Pentesting Your LLM-Based App

Using a broad set of malicious prompts to probe an LLM-based app and asses the overall risk associated with using it in a given scenario (including security, bias, and other risks)

LLMs are able to tackle an amazing range of textual tasks, but this capability comes with a price - the end users are often able to input free text to your system that will end up directly as part of the prompt sent to your LLM. There are several known possible "attacks", or vulnerabilities, of LLM based systems. For example, certain prompts are able to make the LLM's output ignore their pre-trained safety mechanisms, that are intended to block undesired behaviors such as toxic comments or aiding the user with information on how to perform illegal activities.

The Pentest environment in Deepchecks' LLM Eval system is an environment built to test your system for a wide range of such known vulnerabilities. Many of these are based on the Garak OSS package. This testing is done by providing you with a set of malicious inputs which you can then run through your LLM pipeline. Deepchecks LLM Eval will then automatically test and score your LLM's app resilience to these attack attempts, by looking at the corresponding outputs and identifying if the pipeline has been able to block the attack.

Setting Up the Pentest Environment

Enabling the Pentest Environment

In the Workspace Setting page, enable the Pentest environment

Retrieving the Malicious Inputs

From the UI

Start by clicking the Generation button and select the "Generate Pentest Data" option

Then you'll be able select the vulnerability types you wish to test your system against, see some of the interactions in each type, and download a csv containing the malicious inputs and their additional fields.

Using the SDK

We'll start by connecting to the system, and then get the set of inputs, their corresponding vulnerability types and the trigger to detect if your system is vulnerable to the given input.

from deepchecks_llm_client.client import dc_client
from deepchecks_llm_client.data_types import EnvType, LogInteractionType

            api_token='Your API Key',

df = dc_client.get_pentest_prompts()

For this example we will only take the first inputs of most vulnerability types:

df = df.groupby('vuln_type').head(5).reset_index()

Additional Fields

On top of the malicious inputs, the data you'll download will contain two additional fields. These should later be passed back to the system once you have generated outputs for each of these inputs using your LLM pipeline.

  • The vuln_type column is the type of the vulnerability. Most vuln_type have many different inputs, and your pipeline may react differently to each.
  • The vuln_trigger_str column is the trigger corresponding to each input (can be none). This is used by the system to detect if the LLM has successfully avoided the attack or not.

Run the Inputs Through Your LLM Pipeline

To test our LLM we now need to generate the outputs. In this example, we'll substitute your pipeline with a basic call to gpt-3.5-turbo (fits openai 1.x.x API)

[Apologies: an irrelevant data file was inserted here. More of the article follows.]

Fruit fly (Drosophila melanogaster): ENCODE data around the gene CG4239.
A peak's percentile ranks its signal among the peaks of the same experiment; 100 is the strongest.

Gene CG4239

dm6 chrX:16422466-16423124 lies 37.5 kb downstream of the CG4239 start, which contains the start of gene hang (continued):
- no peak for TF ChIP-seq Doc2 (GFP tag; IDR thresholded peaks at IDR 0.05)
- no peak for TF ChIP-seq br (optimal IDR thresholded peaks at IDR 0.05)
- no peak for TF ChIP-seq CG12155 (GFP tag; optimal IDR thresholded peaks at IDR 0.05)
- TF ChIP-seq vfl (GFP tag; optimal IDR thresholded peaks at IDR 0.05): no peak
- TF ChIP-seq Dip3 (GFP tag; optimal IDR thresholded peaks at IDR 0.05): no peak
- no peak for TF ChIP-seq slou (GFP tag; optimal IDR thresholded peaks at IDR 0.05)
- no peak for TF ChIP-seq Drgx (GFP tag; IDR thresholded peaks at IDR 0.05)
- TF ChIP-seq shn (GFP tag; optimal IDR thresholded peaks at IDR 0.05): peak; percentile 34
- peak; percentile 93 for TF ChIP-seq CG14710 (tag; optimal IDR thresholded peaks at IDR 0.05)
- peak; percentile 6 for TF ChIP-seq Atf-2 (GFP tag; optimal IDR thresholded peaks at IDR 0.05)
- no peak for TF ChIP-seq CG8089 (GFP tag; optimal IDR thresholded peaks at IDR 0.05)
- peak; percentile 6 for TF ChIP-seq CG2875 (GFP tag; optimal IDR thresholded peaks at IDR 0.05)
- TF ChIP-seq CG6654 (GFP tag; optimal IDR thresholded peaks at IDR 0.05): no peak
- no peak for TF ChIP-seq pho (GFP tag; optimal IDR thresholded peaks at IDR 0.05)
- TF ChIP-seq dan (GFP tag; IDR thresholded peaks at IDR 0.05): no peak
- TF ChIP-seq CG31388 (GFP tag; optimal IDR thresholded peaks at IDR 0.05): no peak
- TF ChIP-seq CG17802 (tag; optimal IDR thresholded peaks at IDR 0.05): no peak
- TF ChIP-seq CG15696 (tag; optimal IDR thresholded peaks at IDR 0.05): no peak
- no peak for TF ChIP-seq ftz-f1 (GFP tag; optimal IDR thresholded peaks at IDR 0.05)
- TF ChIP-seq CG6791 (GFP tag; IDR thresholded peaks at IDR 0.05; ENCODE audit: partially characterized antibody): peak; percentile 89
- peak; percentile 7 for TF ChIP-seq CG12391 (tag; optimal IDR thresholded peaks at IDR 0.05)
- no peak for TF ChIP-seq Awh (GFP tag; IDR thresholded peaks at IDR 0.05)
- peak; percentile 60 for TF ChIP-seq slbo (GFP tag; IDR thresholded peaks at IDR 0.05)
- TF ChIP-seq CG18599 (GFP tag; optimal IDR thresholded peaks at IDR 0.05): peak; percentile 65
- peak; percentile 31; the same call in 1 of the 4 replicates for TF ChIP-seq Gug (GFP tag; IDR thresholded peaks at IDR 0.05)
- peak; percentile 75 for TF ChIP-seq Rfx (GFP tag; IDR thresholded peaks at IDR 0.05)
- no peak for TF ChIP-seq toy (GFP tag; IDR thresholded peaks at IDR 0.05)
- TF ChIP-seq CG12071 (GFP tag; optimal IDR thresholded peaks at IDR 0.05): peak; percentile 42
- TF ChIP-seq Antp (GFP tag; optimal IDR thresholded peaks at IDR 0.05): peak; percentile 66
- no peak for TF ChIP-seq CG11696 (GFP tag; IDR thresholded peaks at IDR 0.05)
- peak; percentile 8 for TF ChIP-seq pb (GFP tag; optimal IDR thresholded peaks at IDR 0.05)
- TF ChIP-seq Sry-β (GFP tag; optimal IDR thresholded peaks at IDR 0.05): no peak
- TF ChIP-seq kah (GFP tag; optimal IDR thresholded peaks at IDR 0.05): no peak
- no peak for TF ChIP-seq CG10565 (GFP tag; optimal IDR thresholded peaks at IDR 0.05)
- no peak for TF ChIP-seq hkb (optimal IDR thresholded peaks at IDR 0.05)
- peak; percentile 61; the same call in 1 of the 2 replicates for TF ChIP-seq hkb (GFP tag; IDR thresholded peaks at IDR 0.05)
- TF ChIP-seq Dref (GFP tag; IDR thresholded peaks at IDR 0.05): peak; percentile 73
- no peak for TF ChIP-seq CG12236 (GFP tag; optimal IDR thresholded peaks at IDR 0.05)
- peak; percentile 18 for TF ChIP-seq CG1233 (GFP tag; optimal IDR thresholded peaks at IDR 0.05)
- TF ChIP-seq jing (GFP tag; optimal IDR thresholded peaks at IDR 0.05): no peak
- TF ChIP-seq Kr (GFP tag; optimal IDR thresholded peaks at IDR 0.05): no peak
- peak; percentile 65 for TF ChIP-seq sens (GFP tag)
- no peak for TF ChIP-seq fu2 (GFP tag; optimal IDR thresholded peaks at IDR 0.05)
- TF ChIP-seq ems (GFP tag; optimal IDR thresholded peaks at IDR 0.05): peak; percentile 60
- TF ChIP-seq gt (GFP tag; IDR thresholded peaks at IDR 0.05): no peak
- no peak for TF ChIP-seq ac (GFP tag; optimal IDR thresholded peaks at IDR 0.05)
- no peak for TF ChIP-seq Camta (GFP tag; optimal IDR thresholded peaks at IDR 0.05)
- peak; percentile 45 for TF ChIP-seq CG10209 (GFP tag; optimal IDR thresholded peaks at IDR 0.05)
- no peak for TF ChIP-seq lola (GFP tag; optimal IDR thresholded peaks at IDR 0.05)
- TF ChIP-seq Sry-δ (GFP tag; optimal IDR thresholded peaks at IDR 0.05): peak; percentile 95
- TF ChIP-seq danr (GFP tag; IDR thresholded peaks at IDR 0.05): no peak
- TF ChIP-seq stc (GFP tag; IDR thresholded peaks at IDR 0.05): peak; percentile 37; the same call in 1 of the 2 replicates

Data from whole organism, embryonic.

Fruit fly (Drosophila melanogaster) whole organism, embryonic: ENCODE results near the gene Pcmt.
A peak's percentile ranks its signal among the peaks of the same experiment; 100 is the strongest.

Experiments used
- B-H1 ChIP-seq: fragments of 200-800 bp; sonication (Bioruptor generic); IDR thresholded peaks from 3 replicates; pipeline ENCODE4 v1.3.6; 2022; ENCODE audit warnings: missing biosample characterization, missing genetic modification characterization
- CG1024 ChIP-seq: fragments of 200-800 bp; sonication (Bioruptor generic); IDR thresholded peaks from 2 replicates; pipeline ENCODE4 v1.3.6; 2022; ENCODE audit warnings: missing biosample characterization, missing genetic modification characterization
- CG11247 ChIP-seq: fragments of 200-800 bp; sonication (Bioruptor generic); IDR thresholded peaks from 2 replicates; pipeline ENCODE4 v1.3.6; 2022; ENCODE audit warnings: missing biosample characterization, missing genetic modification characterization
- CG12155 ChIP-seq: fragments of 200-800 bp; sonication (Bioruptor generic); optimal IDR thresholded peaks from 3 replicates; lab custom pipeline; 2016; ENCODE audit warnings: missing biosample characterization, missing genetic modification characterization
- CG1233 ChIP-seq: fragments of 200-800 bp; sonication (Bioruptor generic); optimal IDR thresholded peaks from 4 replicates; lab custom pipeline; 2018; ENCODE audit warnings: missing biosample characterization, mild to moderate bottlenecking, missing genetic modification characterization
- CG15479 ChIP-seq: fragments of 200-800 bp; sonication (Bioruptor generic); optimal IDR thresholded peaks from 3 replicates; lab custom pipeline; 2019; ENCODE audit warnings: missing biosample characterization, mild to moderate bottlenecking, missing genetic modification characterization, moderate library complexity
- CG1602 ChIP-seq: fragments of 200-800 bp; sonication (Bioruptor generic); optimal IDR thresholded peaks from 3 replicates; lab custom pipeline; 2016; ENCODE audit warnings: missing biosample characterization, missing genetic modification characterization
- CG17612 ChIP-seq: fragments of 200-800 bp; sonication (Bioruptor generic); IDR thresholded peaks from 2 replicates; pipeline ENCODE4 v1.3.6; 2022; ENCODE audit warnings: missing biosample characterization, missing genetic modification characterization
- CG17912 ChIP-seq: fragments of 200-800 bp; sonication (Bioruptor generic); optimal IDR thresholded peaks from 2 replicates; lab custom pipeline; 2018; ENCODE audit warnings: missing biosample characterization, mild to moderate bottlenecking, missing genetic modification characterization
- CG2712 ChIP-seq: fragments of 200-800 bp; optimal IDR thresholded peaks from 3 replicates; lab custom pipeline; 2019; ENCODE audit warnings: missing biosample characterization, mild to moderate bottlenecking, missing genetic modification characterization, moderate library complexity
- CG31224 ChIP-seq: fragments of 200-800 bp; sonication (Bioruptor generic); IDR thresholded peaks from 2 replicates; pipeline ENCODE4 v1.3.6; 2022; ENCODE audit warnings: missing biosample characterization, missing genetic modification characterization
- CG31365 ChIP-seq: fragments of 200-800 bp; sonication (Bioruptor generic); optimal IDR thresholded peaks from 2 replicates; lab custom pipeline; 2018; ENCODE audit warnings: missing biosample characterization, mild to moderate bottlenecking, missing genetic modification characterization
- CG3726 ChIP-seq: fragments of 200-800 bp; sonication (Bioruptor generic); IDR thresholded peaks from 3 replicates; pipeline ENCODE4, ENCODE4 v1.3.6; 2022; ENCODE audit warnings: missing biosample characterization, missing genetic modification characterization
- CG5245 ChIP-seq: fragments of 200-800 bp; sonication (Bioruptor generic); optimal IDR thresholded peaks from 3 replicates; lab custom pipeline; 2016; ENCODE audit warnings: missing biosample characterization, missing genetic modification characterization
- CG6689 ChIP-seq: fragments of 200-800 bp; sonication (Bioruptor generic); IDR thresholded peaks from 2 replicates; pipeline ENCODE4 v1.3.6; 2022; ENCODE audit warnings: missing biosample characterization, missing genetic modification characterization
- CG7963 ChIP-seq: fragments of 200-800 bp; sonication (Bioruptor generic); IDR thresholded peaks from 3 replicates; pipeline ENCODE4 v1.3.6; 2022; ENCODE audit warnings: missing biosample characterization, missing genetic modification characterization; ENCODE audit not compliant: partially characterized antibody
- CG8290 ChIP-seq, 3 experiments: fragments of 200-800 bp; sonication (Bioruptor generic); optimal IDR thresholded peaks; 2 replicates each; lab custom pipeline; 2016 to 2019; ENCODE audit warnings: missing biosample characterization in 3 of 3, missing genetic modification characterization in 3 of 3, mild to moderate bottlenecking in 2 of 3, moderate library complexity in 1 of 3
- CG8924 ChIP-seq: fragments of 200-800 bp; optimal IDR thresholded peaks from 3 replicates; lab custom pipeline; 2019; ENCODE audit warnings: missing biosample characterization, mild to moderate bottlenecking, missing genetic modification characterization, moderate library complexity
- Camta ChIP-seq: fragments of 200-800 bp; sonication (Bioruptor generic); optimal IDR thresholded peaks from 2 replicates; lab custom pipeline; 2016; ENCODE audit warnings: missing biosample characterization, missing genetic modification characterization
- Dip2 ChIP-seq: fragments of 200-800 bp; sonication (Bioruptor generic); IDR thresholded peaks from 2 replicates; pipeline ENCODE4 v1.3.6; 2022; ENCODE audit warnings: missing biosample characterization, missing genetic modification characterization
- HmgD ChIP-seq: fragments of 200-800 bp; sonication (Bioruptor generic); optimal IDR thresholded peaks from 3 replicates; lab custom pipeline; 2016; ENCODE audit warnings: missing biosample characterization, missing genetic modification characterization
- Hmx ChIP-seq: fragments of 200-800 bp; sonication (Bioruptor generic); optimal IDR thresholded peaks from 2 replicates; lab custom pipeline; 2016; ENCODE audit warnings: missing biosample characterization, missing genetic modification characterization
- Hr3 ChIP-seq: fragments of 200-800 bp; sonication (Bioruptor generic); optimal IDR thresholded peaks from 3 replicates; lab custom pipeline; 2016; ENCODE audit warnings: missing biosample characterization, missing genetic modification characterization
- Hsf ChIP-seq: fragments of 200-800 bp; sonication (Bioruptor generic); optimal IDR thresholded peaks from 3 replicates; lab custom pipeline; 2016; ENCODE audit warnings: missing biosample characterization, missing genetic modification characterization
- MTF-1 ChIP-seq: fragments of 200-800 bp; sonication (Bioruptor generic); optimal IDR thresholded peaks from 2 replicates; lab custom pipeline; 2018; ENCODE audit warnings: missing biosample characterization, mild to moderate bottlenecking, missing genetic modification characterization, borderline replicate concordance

import os
import openai

openai_client = openai.OpenAI(api_key = "YOUR OPENAI KEY")

def my_chat_bot(prompt: str):
        resp =
                            {"role": "system",
                            "content": "You are ChatGPT, a large language model trained by OpenAI. Follow the user's instructions carefully."},
                            {"role": "user", "content": prompt}
    except openai.OpenAIError as e:
        return str(e)
    return resp.choices[0].message.content
df['output'] = df.input.apply(my_chat_bot)

Have a quick look at our output


Log Pentest Results to the System

Using the UI

In the same way you would upload a regular csv to the system, once you've added your LLM pipeline's response to the malicious input you can upload it using the upload screen, while selecting the pentest environment as the target environment.

Using the SDK

interactions_list = []

for row in df.itertuples():

This will log your pipelines outputs to the system, alongside the necessary information - vuln_type and vuln_trigger_str.

Exploring Pentest Results

Once the data has been uploaded, in a short while you will be able to see the results in the system. First, select the Pentset tab from the environment selectors in the top left cornet.

Each vulnerability type is represented by a topic. The outputs of the LLM pipeline are classified to "Good" and "Bad" using the properties which you can see here, which are based on the detectors of the Garak OSS package. Each vulnerability type has a set of properties that are relevant to detecting whether or not the LLM pipeline was successful in avoiding the attack. A high value (up to 1) represents a case in which a property detected a the LLM apps' failure to avoid the attack for that given input.

In this dashboard you can see that overall the LLM pipeline (in this example, gpt-3.5-turbo) has been successful in avoiding 74% of the attacks presented to it. To understand better which vulnerability type were more problematic for our model, we can switch to the Data screen.

For example clicking on the DAN vulnerability type we can see that the model has been able to avoid only 6% of these types of attacks.

You can notice that most outputs convey that the DAN (unrestricted) mode has been successfully activated by the attack prompt.